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Newbee Hong Kong - bait hive advice

Hi, i’m new to beekeeping, just received my flowhive and painted it with a few layers of water-based enamel outdoor wood paint. Outside and inside, as the climate here in Hong Kong is rather harsh for wood.
Now for the bees, as there are plenty of bees around this time of the year, i would like to attempt to lure a swarm into my hive. I’ve watched the beekeeper.org intro lessons, and they mention the ‘bait hive’, i want to give that a shot. The local honey bees should be of the apis cerana, asiatic bee variety, not the mellifera. I have watched a few videos, and used a cotton bud to swipe some lemongrass oil around the entrance, and on the 8 frames. I have also put a piece of honeycomb inside. Unfortunately it has been raining a lot since i’ve installed this 4 days ago, so i don’t expect much activity. I’m happy to be patient, and of course interested in hearing any advice on the bait hives, and any contacts in Hong Kong. Many thanks- Tom

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Hi @Tom, welcome to the forum. Just an observation, not totally relative to your question, but is your flow hive entrance facing the wall on your photo ?
Could be restricting the flight path for any bees to and from your hive, it looks fairly close to that wall.
With reference to attracting a swarm to your hive, i’m sure you will receive advice from more knowledgeable people than me on this forum, and good luck. Cheers, G

surprisingly bees will navigate that quite easily…

Welcome @Tom. To catch bee, need to think like bee. Scouts will look for somewhere high - free from predators.

It would be worth to check with flow of the cell size is suitable for the breeds mentioned above.

Keep us posted.

Painting the inside was a mistake. Bees chew everything. It also breaks down with time and will contaminate wax, honey stores.

Welcome to the forum Tom, you will find lots of people happy to pass on advice and heaps of reading here.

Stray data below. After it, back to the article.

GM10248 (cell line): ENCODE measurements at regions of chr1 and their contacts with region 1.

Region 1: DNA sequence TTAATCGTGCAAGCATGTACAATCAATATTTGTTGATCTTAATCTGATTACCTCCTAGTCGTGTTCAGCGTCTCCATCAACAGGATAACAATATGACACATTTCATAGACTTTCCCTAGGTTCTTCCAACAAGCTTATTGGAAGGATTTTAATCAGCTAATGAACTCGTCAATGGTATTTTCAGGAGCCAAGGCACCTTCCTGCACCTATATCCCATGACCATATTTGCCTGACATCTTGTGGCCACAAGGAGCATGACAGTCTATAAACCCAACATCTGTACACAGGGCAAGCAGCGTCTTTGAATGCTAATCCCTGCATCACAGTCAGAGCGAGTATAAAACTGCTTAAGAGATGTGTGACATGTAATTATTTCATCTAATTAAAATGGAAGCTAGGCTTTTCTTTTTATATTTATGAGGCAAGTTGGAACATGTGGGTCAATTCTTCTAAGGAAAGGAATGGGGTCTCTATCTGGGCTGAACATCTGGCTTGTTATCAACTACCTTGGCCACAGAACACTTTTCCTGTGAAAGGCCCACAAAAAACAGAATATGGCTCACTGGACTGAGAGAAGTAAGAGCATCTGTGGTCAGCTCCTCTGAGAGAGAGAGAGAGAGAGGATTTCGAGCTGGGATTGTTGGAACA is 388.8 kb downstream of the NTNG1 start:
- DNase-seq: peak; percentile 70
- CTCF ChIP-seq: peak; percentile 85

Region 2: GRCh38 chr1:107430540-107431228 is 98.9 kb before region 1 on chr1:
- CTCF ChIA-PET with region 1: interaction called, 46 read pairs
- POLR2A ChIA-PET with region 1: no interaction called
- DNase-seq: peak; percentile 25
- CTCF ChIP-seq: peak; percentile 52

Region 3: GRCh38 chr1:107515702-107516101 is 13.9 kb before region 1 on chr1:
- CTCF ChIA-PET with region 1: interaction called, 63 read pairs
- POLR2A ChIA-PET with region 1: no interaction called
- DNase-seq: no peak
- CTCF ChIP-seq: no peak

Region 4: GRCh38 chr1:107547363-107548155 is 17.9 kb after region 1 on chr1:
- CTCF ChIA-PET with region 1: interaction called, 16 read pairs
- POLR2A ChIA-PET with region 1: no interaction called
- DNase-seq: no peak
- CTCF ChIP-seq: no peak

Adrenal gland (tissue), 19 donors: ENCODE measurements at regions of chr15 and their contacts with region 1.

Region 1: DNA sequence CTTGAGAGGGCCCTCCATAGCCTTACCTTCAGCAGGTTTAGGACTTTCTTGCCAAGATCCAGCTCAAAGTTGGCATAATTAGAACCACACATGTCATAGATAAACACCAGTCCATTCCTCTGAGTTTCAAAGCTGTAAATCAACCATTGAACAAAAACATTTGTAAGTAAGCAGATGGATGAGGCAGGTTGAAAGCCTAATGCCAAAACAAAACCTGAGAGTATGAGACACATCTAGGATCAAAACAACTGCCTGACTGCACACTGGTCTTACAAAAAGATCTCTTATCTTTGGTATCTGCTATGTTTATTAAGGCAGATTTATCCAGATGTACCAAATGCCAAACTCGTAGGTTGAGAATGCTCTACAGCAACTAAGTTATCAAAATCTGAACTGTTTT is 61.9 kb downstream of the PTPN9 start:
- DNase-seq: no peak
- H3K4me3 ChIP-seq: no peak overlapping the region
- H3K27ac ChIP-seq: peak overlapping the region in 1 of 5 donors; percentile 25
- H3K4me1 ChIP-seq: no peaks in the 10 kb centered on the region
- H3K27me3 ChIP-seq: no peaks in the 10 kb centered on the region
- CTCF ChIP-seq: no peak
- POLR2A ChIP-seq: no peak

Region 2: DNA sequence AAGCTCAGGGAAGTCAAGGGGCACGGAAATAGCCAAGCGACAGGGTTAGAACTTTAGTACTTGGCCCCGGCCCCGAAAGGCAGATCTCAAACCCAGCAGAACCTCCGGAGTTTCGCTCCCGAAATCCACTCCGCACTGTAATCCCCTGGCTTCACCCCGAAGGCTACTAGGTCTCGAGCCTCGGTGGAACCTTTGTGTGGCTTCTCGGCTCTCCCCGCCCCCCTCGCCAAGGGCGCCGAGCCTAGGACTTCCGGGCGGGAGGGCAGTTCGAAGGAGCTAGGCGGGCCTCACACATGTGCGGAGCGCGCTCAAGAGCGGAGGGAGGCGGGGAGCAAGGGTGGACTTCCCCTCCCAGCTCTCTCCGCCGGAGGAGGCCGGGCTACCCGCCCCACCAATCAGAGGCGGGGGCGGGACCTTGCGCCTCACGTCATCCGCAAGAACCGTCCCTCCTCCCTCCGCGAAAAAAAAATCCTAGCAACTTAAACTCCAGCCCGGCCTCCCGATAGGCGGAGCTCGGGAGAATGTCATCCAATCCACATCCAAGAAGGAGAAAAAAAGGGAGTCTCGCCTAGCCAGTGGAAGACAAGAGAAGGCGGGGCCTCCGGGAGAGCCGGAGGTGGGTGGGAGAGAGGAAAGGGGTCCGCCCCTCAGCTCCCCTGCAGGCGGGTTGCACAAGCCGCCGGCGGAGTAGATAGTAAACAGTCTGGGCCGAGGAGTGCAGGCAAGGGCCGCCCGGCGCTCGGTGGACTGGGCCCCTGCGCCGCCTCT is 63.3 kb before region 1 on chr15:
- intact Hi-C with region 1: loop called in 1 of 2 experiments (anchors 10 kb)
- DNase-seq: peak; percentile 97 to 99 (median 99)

Any scout bees looking for a location for a move of the colony will find the hive where it is. Using lemon grass is a positive but if you use too much I have read it can deter bees more than attract them.
I have gone back to painting the inside of my bee boxes that I used to do decades ago but stopped for some reason. I have gone back to painting inside the hives to help with mold in my wet season here.
Rubbing on or painting some melted bees wax inside the hive might help attract bees as well.
Sorry I have no experience with apis cerana in particular.

Thanks guys for all the feedback.
I’ve put the hive in the location where i want it to be eventually, as far away from the house as possible, but i realise this might not be the best place to lure a swarm in. I have other options, on the balconies of my house (see picture) first floor, second floor, or even on the roof (about 8m from ground level). My main worry is that in case of success, i will need to carry the brood box full of bees through the house, to put it in its current location, that sounds a bit risky. And would such a short distance move confuse the bees, or is that no problem at all?

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Hi Tom, there is no problem with relocating a hive with swarm bees providing the queen is with them. The bees will return to the hive with the queen. The will just spend the next couple of days going through the re orientating process. I understand your concern about moving the hive through your house, however if the hive opening is properly secured with a opening closer and use 50mm wide cloth tape to hold it secured there. Also put a strap right around the hive to firmly secure the lid/roof.
Alternatively, if you manage to catch a swarm on the lower balcony you may be able to lift the hive over the balustrade and lower it down on a ladder but still secure the hive as mentioned before. Good luck
Cheers, G


My choice to both attract a swarm and to keep the hive happy would be where it is in the garden. Once bees move into the hive it is best not to move them, it can be done but if you don’t need to move them leave them alone.
Am often ignored disadvantage of a hive on a balcony is that at night a light will attract any bees to a window. A balcony is usually wide enough for a hive but what about enough working room for you as well?
Cheers Tom